Lambic. And yes, I’m calling it that. Deal with it. Part 2 – Homebrew Lambic Theory

In the last part of this series, I explored the title of lambic and whether you should call your homebrew a lambic. The answer is, if it tastes like lambic, then call it a lambic.

So, what does lambic taste like?

The BJCP says:

Young examples are often noticeably lactic-sour, but aging can bring this character more in balance with the malt, wheat and barnyard characteristics. Fruity flavors are simpler in young lambics and more complex in the older examples, where they are reminiscent of apples or other light fruits, rhubarb, or honey. Some citrus flavor (often grapefruit) is occasionally noticeable, and is desirable. The malt and wheat character are typically low with some bready-grainy notes. An enteric, smoky or cigar-like character is undesirable. Hop bitterness is low to none, and generally undetectable; sourness provides the balance. Typically has a dry finish. No hop flavor.

While the BJCP is not the final authority on beer styles, I think we can safely say we’re basically talking about a pale, wheat heavy sour beer with substantial character from brettanomyces and other ‘wild’ organisms including barnyard, funk, and fruitiness. Perfect.

Can we make this without the coolship and turbid mash I mentioned in my last article. Probably. At least a good to great example. Use wheat malt, mash high, and pitch a healthy culture of Wyeast Roselare and I’m sure it’ll be great. Maybe you even get wild and pitch some dregs from a commercial gueuze…from Belgium! The nerve. Some people even use extract. How dare they.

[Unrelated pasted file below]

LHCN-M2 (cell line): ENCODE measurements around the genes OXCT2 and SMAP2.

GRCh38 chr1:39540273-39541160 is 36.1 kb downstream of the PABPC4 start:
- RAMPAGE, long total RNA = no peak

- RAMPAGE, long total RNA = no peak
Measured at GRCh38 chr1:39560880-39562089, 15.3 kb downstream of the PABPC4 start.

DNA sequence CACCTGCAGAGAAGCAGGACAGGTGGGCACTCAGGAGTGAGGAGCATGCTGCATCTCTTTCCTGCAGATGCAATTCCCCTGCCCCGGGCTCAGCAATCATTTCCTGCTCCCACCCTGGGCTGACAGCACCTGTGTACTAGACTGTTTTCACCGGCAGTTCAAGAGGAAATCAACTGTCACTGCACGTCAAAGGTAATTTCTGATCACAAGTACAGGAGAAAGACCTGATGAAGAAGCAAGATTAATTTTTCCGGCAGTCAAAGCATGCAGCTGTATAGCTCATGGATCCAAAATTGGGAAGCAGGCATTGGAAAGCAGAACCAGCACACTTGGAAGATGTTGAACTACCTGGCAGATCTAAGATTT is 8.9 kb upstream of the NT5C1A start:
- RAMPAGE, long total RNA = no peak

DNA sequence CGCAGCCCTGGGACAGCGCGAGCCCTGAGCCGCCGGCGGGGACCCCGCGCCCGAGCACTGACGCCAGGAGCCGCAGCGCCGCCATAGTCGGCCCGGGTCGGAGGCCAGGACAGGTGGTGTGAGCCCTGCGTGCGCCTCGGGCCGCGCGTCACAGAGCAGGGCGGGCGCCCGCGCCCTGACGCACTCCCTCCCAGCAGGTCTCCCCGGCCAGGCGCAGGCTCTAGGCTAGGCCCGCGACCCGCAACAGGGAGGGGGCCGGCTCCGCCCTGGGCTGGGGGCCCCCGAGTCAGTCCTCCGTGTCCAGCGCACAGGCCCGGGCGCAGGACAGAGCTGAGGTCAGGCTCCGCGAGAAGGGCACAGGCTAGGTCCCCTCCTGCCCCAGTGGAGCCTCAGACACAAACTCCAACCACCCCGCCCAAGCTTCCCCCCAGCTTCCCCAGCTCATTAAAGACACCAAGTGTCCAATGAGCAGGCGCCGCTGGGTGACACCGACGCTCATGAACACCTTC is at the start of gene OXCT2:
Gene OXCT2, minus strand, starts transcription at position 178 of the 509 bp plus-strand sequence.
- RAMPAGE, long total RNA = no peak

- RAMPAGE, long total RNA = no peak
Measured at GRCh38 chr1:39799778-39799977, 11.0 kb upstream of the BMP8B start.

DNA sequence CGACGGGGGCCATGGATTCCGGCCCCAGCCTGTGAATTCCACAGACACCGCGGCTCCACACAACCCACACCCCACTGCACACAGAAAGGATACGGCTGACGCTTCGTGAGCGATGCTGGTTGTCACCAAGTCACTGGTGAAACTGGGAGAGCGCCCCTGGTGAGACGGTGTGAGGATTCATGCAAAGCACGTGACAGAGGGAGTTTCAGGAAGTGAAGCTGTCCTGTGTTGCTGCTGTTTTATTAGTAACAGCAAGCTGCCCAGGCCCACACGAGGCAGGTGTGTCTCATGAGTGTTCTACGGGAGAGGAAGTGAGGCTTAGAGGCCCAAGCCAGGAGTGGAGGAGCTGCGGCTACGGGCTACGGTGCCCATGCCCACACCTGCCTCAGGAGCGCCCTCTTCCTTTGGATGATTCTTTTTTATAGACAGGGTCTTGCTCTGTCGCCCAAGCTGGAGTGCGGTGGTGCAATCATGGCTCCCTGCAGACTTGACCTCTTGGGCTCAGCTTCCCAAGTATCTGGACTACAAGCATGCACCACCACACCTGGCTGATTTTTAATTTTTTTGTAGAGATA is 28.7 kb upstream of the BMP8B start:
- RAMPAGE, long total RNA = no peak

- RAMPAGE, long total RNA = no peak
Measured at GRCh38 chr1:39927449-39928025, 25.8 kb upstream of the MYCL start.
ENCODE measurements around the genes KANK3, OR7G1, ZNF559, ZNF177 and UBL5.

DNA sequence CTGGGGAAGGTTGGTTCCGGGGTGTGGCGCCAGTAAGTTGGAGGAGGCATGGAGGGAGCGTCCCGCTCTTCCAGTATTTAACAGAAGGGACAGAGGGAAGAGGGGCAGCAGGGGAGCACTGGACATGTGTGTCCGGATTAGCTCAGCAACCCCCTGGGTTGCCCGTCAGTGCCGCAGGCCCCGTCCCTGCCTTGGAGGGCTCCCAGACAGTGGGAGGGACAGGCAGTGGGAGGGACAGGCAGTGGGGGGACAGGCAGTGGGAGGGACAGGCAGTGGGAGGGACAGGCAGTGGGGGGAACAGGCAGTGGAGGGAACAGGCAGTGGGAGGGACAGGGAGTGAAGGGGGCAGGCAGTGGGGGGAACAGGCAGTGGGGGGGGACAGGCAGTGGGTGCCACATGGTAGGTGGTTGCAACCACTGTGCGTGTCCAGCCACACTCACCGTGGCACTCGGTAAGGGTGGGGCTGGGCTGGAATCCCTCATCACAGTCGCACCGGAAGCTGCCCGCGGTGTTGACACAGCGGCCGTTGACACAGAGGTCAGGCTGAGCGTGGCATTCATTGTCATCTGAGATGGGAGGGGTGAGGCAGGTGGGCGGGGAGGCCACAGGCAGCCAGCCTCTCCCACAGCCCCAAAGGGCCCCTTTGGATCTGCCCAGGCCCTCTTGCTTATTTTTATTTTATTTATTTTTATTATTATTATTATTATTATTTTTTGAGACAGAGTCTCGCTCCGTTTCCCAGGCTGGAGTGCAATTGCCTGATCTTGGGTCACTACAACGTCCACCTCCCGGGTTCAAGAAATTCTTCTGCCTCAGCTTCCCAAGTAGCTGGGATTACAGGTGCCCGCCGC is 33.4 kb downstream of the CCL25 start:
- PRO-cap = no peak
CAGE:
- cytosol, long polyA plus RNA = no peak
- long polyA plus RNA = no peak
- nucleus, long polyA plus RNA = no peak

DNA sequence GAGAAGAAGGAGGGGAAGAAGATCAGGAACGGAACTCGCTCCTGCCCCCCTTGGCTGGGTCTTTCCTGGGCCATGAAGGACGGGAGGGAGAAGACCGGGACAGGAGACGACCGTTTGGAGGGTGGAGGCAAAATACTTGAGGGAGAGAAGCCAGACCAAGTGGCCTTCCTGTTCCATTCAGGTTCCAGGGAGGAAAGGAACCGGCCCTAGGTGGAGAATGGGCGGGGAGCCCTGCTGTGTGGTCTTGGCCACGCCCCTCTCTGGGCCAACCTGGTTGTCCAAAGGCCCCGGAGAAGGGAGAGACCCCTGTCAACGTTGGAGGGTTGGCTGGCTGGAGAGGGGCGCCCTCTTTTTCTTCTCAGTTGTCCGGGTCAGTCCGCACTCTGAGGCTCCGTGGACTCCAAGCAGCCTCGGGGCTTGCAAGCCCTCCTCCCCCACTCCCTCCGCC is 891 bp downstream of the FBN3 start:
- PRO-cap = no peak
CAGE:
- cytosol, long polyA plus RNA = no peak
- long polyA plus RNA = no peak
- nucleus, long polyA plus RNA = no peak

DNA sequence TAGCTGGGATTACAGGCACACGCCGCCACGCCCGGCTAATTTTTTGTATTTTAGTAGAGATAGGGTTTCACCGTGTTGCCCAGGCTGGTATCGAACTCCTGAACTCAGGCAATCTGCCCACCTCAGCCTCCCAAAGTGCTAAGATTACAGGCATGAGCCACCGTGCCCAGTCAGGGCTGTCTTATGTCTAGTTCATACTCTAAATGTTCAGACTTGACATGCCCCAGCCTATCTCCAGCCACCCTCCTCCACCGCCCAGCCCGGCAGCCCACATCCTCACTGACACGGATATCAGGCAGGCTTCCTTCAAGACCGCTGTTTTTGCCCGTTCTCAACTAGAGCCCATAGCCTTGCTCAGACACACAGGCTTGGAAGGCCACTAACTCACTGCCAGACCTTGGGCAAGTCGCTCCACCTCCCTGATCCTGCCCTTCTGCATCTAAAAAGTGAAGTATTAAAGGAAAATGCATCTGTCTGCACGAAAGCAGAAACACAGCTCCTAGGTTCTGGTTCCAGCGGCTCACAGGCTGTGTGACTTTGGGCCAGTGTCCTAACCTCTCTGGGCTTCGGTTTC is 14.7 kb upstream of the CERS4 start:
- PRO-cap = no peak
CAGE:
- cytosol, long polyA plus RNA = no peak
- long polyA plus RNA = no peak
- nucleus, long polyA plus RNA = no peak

OK, back on topic. I think if I want to create a ridiculously good lambic, I should at least attempt to emulate the processes of a turbid mash and a coolship. Just trying to eek out that little bit of extra character that the extra dextrines and starch provides and the funk from the enteric bacteria. Now, lets talk about how to do that.

Derek Springer over at Five Blades Brewing thinks turbid mashing is for the birds. He’s right. It’s a long, tedious, labor intensive, equipment intensive process that has the ultimate goal of lower taxes. Sweet. I don’t pay taxes on my homebrew, so I don’t care. “But DAN! You said it makes extra dextrines and starches for the bugs to eat in the last episode!!” I hear you screaming at your monitor.

Fine, we’ll do some stuff to emulate that. Goals: extra dextrine, extra starch. Got it.

A turbid mash basically produces 3 worts. The first is a small amount of turbid and practically raw wort, the second is a moderate amount of dextrinous wort that should be less attenuative., the third is the bulk of the wort and is very highly fermentable.

In a turbid mash for 10 gallons the first wort pull is going to produce about half a gallon of starchy wort via a protein rest. So, there’s the extra starch.

The second wort will be pulled after a 40 minute beta amylase rest (149F) and heated to 180F to denature the enzymes in it. I can only assume this is to preserve some super long dextrines and maybe some starches that didn’t get broken down by beta. OK, dextrines.